Movement, habitat use, and spawning characteristics of flathead and blue catfish on the lower Missouri River and tributaries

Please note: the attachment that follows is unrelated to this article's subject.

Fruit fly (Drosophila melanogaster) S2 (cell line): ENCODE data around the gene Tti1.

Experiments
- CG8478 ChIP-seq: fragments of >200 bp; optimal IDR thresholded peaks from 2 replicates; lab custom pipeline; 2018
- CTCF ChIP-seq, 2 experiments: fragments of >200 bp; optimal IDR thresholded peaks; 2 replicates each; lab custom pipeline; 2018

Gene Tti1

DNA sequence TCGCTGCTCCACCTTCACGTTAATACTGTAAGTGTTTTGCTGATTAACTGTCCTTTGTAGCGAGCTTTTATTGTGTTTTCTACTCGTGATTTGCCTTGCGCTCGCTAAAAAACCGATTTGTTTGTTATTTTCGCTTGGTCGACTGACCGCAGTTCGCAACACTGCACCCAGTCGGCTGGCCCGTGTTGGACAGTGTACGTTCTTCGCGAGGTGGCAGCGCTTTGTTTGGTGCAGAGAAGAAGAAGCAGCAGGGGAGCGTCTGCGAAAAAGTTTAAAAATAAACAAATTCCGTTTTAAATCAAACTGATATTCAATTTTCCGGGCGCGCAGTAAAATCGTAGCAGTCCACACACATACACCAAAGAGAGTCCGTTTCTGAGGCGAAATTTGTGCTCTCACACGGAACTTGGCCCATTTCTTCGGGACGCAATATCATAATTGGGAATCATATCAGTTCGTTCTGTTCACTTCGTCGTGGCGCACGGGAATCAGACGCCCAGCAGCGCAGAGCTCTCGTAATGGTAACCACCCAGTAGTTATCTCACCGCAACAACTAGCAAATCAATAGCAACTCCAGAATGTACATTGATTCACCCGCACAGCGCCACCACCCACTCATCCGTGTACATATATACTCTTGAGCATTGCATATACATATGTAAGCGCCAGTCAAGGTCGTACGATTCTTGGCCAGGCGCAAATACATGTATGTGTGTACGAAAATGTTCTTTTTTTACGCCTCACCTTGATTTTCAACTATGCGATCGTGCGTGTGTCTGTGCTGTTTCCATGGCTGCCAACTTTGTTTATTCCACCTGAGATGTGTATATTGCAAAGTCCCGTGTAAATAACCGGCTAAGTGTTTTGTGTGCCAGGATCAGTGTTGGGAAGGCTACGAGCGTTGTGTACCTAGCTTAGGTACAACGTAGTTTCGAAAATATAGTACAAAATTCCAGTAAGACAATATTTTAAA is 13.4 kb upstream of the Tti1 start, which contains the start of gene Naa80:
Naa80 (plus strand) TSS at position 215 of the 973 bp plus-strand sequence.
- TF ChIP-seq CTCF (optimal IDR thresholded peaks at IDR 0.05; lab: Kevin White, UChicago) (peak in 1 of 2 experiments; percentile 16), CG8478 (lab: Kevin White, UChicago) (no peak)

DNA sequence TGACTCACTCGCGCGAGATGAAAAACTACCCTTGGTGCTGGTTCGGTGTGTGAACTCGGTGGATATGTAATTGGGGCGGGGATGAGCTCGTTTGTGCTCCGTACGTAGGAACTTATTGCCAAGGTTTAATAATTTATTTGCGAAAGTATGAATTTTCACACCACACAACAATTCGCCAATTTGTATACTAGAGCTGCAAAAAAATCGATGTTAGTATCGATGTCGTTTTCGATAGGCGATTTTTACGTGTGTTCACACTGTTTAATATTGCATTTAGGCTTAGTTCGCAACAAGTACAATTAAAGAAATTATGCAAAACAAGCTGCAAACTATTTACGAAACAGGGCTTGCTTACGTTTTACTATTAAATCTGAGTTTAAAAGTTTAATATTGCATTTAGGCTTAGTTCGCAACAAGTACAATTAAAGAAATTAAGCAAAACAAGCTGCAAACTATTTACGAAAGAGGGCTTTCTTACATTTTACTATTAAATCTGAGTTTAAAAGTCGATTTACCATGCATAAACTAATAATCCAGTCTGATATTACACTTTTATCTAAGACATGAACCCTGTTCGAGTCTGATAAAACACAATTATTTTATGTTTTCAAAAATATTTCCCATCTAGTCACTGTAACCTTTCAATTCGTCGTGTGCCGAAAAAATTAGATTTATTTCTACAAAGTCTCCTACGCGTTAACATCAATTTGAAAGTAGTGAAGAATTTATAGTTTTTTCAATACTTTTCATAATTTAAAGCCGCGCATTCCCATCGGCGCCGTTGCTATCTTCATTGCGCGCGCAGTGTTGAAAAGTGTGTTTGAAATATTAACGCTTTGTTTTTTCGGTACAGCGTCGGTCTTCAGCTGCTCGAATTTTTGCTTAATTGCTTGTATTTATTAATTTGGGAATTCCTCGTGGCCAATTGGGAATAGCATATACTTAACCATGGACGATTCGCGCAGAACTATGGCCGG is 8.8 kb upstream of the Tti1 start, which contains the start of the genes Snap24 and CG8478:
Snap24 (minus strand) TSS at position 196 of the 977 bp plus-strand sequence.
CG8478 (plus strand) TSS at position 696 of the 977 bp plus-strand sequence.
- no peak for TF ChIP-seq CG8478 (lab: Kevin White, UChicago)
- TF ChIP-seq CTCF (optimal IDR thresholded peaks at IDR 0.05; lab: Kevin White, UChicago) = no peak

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The movement and habitat use patterns of adult flathead and blue catfish were studied via acoustic and radio telemetry in the lower Missouri River and adjacent tributaries including the Grand, Lamine, Chariton, and Little Chariton Rivers. At the largest spatiotemporal scale, annual movement patterns varied greatly from restricted-movement behavior throughout the annual cycle to seasonal migrations commonly tens of kilometers between habitats used for spawning, feeding and growth, and overwintering. Fish moved the least during the overwintering period and the most during the prespawn/spawn period, followed by a third period of restricted movement during the summer and early fall. The diversity in life history strategies suggests that populations of large-river catfish use resources at multiple spatial scales, from the reach to the watershed, to meet life requisites. Diurnal home range and resource selection was investigated during the summer/fall restricted-movement period; an ecologically relevant time frame with respect to feeding and growth. With the exception of few, both species established small home ranges (<10 km) with fidelity to one, two, or three discrete areas of high use (core areas). Resource selection analysis revealed that both species select deep habitats associated with anthropogenic structures (i.e., dike structures, revetment) that are spatially segregated along the river corridor.